The purpose of the present investigation was to measure Y!-proton spin-spin coupling constants for a set of monosubstituted ethylenic compounds CH,=CHX, where X contains as fist atom 0, S, C and N, and from these data and those of other derivatives found in literature [9-l l] we intend to test the existence of a correlation similar to those [7] previously found for saturated compounds.

RESULTSAND DISCUSSION The proton magnetic resonance spectra of N vinyl 2-pyrrolidone, divinyl ether, X

H(3) \

P)H

C=C

/

/ \

H(2)

(I) methyl vinyl ketone and divinyl sulphide were recorded and analyzed with particular attention to the 13Csatellite bands of vinylic protons. Both low and high field side bands of each vinylic proton were not always observed, because of overlapping with the main proton spectrum. In Figs. l-3 spectral contour and assignment of W

I--

500

400

303 C/S

Fig. 1. ‘*C satellite spectrum of N vinyl 2-pymolidone.

satellites are shown for N vinyl 2-pyrrolidone, methyl vinyl ketone and divinyl ether respectively. The spectrum of divinyl sulphide is similar to that of the latter derivative. Only in the case of methyl vinyl ketone the complete laC satellite spectrum was observed. J 18~~ coupling constants for the other compounds were obtained by analysing the ABC group of the main protonic spectrum and the AK Y sets of satellite bands. The values obtained are reported in Table 1 together with the J H-H constants derived both from the main protonic spectrum and W satellites. The latter constants were used to test the correctness of the assignments.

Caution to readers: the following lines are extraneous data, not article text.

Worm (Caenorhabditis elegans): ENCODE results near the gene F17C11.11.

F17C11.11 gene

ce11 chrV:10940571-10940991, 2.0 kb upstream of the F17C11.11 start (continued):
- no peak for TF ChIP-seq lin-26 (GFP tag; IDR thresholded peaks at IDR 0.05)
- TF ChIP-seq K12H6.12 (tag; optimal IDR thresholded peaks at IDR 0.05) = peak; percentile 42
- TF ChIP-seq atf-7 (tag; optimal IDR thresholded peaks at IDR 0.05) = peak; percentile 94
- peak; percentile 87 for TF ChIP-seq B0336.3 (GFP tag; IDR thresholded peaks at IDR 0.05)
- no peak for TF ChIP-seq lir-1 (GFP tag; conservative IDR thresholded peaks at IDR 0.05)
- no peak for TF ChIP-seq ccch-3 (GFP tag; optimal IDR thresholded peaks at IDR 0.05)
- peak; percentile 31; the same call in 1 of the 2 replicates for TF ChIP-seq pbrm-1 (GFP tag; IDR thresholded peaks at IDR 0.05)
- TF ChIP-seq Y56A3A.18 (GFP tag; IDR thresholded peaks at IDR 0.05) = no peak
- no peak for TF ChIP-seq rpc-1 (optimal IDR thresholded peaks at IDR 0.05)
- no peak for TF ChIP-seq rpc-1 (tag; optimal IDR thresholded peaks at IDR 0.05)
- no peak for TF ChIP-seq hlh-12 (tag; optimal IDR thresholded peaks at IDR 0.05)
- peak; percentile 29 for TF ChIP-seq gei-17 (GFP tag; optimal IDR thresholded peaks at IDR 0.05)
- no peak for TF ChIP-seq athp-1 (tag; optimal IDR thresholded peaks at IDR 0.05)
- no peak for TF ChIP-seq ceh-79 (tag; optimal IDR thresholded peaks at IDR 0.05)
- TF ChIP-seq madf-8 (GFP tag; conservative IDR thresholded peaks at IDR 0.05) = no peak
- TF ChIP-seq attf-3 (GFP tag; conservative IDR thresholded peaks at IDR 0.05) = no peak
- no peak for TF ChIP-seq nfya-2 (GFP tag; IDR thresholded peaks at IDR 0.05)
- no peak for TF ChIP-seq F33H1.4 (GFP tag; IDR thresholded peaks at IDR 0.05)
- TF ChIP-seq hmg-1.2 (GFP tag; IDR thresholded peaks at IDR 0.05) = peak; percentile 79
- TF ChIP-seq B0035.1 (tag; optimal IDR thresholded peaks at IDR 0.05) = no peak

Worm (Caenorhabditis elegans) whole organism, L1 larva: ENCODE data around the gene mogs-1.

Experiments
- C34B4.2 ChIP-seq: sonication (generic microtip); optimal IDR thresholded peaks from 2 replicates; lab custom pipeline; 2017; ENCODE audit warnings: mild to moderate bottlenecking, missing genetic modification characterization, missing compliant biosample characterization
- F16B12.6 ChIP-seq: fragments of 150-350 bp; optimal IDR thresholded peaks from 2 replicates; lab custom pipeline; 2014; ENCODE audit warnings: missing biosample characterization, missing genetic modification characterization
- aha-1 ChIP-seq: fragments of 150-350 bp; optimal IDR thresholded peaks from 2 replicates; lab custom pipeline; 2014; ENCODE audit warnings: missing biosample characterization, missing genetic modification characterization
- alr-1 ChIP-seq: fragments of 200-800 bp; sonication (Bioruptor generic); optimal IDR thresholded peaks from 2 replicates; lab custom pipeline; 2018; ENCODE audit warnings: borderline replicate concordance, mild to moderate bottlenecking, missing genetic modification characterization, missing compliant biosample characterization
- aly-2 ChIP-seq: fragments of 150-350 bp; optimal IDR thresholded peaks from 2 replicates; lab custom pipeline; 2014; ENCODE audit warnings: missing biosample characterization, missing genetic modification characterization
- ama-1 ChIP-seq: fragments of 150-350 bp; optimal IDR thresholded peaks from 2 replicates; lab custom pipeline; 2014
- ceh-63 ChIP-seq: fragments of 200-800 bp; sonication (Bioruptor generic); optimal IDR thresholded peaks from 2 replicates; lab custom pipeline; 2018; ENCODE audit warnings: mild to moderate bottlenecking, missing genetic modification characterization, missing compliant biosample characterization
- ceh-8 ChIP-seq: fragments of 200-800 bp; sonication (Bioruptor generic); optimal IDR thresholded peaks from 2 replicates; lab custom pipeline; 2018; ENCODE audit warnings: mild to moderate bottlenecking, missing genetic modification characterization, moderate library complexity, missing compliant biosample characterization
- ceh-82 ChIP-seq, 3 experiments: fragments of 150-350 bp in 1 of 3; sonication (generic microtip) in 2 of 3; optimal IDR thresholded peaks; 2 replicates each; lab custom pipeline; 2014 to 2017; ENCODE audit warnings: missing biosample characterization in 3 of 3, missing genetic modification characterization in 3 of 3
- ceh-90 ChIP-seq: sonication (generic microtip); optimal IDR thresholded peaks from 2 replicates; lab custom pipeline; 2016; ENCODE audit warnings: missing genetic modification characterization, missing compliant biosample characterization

Jq_u

450

coupling oonstants in monosubstituted ethylenes

665

400

Ch

Fig. 2. ‘*C satellite spectrum of methyl vinyl ketone at higher (a) and lower (b) field relatively to the main protonic spectrum.

400

3co

200

C/S

Fig. 3. “C satellite spwtrmn of divinyl ether.

In order to analyse changes in J IICH of vinyl derivatives caused by substitution coupliug constants relative to proton l(J~~u(~) were considered. Those relative to protons 2 and 3 are very little affected. The Jc18_= coupling constants in vinyl derivatives show a substituent dependence similar to that of derivatives CH,X, as shown in Fig. 4. The experimental values employed in this correlation are those reported in the first and last column of Table 2. The mean value of the ratio JlllDH(vinyl)/J IsoH(methyl) is l-28, approximately only

4

L. LTJNAZZI and F. TADDEI

556

Table 1. J~SC_H and JH__H in c/s of some monosubstituted vinyl derivatives derived from the satellite bands and main protonic spectrum. Estimated error for J13n~ constants is &h/s From main protonio spectrum*

From *‘C satellite bands Compound

J130-H(l) Jl3c-ma,

J~3c-Iicsl

J,_,

J,_,

Ja-3

Jl-3

J,s

J3-3

Divinyl ether

182

166

169

6.4

14.1

1.9,

6.1,

13.7,

1.7,

Divinyl sulphide

171

163

169

9.8,

16.8,

0

9.7,

16.4,

0.2,

N vinyl 2-pyrrolidone

172

162

164

8.9

16.8

0

9.00

16.0,

0.0,

Methyl vinyl ketone

162

161

169

10.7,

17.6

1-O

Tetravinyltin$

167

160

162

13.1

19.9

3.2

10.8,

IS-O,

(10.66)

(17.66)

13.9 (13.78)

* The relative sign of these constants wan not determined. Probable error fO.2

0.7, (O-96)t

20.9

3.4

(20.69)

(3.14s

o/s.

c0

Jp_,hhyl),

ds

Fig. 4. Correlation between JI~C_H in CHIX derivatives and JIS~H(~) monosubstituted ethylenes.

in